Just for Devil's Advocate, I think it is easy to say with hindsight that his works have been abused and disrespected, but at the time (when there was no video to freeze his choreography and set it in stone and when the notations were not widely available and many could not even read them) I think people did what they thought was right and attempted to keep his art alive. Probably everyone along the way had great love and respect for Petipa even if they were making changes. Without all of the artists keeping some Petipa ballets in the active repertoire (even if changes were made) there would not be interest in reconstructions, because his works would have been totally forgotten without all the people in between. In my opinion, people and companies made decisions to keep the public happy and to keep their government happy and probably made some mistakes, but they kept his art alive and without that having ever happened we might not have anyone caring about reconstructions. Ballet might have totally died out and no one would care, because they wouldn't know what they are missing and would see dusty notations in some library at Harvard and wonder, "What the heck is this?" I just don't think anything is cut and dry and no one should be hanged or condemned for keeping what he/she thought kept ballet alive at the time.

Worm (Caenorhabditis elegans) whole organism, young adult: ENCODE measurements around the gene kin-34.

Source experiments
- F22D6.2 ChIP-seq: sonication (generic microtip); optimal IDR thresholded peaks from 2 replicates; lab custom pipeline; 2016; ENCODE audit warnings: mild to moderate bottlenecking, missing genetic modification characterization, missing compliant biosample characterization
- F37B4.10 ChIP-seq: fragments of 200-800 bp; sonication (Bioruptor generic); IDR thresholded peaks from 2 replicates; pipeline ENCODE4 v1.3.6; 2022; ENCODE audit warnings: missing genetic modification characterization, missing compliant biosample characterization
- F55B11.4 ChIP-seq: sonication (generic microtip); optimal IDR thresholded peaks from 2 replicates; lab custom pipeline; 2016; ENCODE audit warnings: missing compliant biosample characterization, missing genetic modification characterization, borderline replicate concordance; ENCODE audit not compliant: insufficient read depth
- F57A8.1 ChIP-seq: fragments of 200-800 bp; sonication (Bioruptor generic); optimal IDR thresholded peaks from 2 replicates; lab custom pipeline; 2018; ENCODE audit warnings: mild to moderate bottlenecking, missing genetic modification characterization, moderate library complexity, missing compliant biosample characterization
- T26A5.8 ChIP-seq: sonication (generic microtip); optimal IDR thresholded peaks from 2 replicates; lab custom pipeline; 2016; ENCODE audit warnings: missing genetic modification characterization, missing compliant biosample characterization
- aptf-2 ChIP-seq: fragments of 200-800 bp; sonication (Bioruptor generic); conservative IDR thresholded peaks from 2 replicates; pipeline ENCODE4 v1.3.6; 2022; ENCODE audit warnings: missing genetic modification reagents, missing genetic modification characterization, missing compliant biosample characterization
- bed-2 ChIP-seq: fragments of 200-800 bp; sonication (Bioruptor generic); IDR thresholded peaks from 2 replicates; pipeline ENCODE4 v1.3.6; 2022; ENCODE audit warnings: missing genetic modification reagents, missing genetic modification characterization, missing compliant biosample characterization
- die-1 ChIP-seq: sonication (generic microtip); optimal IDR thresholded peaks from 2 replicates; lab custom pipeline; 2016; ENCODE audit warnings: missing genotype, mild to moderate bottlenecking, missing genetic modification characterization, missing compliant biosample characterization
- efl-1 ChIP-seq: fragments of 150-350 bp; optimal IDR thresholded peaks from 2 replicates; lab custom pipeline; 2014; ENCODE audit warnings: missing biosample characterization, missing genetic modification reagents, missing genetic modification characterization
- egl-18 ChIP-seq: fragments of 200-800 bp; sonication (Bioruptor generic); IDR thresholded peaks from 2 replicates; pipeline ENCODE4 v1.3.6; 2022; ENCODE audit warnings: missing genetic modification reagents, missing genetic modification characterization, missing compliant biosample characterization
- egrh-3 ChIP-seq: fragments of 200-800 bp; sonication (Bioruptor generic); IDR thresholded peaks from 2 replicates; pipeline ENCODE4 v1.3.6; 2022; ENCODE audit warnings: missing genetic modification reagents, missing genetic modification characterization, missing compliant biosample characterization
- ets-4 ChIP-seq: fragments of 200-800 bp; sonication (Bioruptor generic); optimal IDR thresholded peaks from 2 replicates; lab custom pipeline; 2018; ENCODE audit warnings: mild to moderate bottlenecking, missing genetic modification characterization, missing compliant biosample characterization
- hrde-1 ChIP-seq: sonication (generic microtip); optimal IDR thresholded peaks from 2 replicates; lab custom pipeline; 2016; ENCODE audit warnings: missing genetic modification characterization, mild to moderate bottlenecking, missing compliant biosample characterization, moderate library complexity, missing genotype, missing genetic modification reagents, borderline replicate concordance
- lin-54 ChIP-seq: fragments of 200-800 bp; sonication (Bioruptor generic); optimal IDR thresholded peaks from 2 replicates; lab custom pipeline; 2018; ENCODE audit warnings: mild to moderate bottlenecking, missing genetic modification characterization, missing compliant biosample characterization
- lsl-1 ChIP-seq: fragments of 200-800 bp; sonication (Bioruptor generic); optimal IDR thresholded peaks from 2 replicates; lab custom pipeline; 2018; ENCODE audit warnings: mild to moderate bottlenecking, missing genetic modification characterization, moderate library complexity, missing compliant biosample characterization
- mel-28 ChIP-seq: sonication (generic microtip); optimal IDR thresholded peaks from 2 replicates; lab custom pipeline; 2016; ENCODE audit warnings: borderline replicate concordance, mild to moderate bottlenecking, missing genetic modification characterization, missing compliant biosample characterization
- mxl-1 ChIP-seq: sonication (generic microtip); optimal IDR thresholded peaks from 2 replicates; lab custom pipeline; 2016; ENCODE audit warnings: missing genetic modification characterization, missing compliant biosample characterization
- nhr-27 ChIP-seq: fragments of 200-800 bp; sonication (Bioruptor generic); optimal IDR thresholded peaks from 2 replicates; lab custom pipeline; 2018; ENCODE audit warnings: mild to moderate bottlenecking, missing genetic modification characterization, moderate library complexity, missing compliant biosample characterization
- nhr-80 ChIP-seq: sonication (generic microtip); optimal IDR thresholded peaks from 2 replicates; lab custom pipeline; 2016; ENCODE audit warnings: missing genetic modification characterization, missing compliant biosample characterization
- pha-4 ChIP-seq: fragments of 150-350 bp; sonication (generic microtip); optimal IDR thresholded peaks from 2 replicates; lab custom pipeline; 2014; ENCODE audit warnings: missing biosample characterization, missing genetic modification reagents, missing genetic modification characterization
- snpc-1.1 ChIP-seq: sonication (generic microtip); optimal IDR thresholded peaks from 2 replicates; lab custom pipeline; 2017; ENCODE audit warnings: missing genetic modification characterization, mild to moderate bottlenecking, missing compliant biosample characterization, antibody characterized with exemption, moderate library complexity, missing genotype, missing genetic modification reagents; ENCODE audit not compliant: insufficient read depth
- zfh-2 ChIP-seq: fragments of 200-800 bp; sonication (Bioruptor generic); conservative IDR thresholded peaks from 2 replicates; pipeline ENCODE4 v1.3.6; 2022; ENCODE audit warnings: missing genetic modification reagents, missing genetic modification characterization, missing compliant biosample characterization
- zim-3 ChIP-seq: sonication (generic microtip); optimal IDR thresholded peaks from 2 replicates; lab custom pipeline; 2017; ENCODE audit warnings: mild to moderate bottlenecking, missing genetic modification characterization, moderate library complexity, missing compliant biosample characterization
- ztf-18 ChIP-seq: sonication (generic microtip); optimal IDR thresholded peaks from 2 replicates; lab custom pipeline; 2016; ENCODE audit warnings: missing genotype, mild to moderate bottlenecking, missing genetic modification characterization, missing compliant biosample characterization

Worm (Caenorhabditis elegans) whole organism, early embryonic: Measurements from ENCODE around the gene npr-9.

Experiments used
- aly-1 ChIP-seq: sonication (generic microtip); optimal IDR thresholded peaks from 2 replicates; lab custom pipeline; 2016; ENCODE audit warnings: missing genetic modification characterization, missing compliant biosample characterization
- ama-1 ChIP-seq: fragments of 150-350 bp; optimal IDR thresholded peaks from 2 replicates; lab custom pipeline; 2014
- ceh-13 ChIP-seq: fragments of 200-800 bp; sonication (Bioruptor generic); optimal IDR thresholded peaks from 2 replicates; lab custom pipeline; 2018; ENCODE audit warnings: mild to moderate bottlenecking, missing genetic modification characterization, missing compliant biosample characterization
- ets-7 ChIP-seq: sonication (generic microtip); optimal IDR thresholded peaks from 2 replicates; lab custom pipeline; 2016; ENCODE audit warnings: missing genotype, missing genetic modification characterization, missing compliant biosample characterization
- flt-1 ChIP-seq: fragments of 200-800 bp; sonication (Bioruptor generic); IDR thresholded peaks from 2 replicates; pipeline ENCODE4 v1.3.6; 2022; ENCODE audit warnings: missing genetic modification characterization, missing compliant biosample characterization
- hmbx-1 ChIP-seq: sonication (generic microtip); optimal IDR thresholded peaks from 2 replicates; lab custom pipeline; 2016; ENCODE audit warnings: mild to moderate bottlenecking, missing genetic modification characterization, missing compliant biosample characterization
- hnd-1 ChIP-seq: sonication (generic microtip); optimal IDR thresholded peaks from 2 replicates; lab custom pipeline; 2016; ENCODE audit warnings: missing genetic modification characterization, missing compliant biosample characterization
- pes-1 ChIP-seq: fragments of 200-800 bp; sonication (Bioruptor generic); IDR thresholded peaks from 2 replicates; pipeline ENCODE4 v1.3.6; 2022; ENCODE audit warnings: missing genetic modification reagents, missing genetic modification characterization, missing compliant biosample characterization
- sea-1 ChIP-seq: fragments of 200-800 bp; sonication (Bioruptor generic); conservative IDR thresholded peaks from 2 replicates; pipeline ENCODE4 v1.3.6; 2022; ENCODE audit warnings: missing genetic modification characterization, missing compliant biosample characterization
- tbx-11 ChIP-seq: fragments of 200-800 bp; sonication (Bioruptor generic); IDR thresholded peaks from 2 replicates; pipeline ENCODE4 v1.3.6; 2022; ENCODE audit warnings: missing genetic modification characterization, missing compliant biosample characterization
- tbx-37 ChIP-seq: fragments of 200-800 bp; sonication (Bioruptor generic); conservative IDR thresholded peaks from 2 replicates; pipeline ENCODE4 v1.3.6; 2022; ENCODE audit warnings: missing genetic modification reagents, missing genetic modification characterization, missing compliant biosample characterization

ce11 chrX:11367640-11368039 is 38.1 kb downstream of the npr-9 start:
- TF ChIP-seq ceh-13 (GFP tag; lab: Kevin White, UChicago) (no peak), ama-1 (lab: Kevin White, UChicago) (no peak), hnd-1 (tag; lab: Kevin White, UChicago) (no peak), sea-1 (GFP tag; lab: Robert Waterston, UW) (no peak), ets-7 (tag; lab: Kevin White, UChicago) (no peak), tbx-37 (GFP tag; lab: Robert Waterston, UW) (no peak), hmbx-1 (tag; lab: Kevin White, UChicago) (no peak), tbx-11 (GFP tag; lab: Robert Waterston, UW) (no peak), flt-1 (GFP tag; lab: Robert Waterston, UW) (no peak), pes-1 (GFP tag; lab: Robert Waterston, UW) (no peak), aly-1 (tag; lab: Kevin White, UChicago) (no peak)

This is probably how people may feel about the whole issue of Petipa's choreographic passages being changed, but not when one learns that in terms of the Soviet revivals, both Sergeyev and Dudinskaya had an encyclopedic knowledge of Petipa's authentic choreographic passages to begin with and that there were a lot of people from the Soviet ballet who were against Petipa's choreography being changed. However, most of them kept quiet, but one person who didn't keep his opinions on this matter to himself was Yacobson.

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Birdsall   

Well, what was done is done, and I think it is great to have reconstructions and great to have some variations on a theme as well. I try to enjoy everything.

 

The Sergeyev Swan Lake is known to be his. It is not billed as pure Petipa. Maybe it once was, but now it is called the Sergeyev version by most people and even on the Mariinsky website it says, "Choreography by Marius Petipa and Lev Ivanov (1895)